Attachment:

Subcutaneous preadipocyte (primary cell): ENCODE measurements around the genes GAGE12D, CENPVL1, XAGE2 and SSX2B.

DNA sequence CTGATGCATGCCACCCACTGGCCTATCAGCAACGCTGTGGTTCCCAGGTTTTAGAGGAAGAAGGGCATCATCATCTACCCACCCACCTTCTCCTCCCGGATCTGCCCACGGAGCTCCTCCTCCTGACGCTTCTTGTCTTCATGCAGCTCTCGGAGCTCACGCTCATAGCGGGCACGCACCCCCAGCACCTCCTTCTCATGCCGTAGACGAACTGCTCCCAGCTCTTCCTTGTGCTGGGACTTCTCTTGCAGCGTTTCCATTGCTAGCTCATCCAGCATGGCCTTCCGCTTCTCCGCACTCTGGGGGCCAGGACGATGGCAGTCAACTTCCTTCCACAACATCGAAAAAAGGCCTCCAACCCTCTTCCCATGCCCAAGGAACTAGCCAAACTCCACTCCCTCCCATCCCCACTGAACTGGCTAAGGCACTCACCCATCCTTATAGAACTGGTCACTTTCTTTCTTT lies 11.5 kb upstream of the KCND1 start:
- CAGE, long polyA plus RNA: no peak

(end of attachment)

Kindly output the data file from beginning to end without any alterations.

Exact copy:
Subcutaneous preadipocyte (primary cell): ENCODE measurements around the genes GAGE12D, CENPVL1, XAGE2 and SSX2B.

DNA sequence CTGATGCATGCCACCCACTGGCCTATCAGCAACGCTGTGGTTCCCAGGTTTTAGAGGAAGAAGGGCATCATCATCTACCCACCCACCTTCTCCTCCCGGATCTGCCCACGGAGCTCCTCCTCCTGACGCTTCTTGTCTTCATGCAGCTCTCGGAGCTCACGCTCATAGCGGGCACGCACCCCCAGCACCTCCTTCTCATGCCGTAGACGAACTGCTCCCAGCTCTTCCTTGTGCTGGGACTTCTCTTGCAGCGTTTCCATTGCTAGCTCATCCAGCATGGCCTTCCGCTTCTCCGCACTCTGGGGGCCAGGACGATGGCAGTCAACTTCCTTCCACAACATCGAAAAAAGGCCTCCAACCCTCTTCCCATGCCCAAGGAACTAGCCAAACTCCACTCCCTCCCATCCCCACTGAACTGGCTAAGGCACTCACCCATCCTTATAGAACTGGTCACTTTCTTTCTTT lies 11.5 kb upstream of the KCND1 start:
- CAGE, long polyA plus RNA: no peak